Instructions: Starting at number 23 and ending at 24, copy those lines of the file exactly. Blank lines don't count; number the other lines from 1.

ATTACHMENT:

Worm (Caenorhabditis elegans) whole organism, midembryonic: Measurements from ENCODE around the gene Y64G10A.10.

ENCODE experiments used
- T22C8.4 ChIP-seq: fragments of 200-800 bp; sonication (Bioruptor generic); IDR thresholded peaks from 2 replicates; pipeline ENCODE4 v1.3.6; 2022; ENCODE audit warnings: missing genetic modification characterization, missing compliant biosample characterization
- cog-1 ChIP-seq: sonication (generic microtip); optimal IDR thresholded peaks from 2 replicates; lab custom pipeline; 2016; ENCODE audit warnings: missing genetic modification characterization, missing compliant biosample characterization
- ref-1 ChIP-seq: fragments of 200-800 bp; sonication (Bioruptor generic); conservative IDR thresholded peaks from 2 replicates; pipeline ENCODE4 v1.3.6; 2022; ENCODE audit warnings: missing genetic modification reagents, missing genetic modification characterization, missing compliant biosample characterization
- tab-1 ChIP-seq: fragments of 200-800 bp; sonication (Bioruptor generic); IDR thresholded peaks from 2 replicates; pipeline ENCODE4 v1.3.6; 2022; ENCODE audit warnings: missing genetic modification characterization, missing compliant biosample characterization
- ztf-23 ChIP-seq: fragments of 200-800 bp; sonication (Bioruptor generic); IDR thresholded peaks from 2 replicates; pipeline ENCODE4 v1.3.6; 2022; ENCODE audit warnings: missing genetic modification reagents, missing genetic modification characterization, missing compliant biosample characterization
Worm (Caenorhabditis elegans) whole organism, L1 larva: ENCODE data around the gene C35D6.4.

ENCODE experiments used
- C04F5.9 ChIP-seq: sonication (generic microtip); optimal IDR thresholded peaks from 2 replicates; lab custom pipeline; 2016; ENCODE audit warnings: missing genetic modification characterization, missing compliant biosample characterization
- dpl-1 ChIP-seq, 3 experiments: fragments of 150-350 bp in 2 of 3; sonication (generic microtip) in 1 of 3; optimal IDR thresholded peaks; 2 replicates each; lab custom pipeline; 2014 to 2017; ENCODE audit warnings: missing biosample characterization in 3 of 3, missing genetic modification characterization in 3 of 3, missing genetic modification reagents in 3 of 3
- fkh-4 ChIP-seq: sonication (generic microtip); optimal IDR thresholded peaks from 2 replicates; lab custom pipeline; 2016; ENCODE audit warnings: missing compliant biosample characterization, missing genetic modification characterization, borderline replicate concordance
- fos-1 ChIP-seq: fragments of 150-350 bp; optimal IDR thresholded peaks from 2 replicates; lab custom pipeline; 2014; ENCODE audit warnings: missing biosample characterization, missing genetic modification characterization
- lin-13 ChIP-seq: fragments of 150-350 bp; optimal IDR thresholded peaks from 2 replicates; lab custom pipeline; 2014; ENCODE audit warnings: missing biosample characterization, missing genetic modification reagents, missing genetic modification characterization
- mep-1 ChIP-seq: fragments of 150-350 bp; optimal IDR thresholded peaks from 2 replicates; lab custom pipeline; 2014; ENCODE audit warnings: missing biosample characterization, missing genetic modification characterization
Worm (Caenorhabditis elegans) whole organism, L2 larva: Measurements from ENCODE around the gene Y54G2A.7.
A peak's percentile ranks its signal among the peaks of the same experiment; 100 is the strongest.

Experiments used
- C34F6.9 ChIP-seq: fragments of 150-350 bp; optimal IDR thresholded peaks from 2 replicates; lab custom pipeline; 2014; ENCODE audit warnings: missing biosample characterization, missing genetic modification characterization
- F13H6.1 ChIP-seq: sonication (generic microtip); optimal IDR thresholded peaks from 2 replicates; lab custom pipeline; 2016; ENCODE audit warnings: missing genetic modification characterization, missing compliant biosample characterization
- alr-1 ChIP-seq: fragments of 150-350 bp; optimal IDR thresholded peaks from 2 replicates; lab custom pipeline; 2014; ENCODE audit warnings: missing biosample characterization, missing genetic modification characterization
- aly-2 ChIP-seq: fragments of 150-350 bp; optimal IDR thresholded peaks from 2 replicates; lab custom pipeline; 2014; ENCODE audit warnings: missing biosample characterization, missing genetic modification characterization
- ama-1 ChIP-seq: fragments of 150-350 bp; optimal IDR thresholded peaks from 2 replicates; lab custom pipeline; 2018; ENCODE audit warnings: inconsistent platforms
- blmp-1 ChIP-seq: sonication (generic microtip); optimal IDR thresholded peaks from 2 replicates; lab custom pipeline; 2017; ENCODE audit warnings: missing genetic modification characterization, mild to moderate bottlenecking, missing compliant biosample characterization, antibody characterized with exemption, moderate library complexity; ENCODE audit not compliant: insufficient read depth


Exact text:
- ama-1 ChIP-seq: fragments of 150-350 bp; optimal IDR thresholded peaks from 2 replicates; lab custom pipeline; 2018; ENCODE audit warnings: inconsistent platforms
- blmp-1 ChIP-seq: sonication (generic microtip); optimal IDR thresholded peaks from 2 replicates; lab custom pipeline; 2017; ENCODE audit warnings: missing genetic modification characterization, mild to moderate bottlenecking, missing compliant biosample characterization, antibody characterized with exemption, moderate library complexity; ENCODE audit not compliant: insufficient read depth